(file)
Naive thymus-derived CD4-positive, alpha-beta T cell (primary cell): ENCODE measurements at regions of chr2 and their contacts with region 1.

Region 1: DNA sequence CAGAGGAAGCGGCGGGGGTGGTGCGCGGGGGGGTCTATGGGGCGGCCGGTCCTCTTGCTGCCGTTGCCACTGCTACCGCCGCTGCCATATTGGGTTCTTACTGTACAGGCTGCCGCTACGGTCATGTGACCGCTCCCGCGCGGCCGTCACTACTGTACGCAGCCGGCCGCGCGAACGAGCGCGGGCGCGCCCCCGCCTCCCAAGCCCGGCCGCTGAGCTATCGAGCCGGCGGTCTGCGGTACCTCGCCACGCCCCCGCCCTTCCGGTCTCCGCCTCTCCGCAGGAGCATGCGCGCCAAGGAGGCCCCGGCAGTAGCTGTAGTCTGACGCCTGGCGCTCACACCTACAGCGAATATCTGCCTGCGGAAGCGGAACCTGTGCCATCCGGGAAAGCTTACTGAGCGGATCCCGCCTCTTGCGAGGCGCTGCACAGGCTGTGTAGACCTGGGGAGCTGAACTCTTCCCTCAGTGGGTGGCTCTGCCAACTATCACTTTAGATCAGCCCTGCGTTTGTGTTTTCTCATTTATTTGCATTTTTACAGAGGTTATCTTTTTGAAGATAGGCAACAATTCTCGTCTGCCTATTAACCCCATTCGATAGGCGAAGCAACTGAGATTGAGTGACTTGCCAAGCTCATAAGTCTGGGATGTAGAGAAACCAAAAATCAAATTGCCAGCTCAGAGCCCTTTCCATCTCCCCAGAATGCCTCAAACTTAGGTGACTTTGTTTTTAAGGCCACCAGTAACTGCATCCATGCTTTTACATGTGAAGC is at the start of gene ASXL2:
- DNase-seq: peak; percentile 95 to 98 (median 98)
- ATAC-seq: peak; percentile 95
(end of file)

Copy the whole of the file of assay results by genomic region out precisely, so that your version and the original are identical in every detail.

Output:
Naive thymus-derived CD4-positive, alpha-beta T cell (primary cell): ENCODE measurements at regions of chr2 and their contacts with region 1.

Region 1: DNA sequence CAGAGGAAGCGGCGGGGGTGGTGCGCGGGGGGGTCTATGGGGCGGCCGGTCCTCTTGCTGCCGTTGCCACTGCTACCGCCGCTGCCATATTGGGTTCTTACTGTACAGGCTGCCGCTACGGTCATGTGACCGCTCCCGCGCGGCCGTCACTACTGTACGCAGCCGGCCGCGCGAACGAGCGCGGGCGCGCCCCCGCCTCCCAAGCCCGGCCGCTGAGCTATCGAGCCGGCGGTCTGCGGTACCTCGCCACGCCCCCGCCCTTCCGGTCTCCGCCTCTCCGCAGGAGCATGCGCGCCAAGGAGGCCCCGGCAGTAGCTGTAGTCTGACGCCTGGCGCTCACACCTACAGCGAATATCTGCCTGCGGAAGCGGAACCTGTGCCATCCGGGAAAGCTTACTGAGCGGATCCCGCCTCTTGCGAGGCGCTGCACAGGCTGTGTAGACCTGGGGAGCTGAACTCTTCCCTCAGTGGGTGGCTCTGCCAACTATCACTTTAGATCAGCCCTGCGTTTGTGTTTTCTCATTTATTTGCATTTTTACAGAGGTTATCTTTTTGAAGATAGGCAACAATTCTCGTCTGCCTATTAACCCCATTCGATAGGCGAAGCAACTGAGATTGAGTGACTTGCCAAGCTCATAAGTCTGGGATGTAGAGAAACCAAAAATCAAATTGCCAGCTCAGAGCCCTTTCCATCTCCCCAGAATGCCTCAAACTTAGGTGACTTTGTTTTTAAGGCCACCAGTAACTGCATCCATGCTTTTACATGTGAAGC is at the start of gene ASXL2:
- DNase-seq: peak; percentile 95 to 98 (median 98)
- ATAC-seq: peak; percentile 95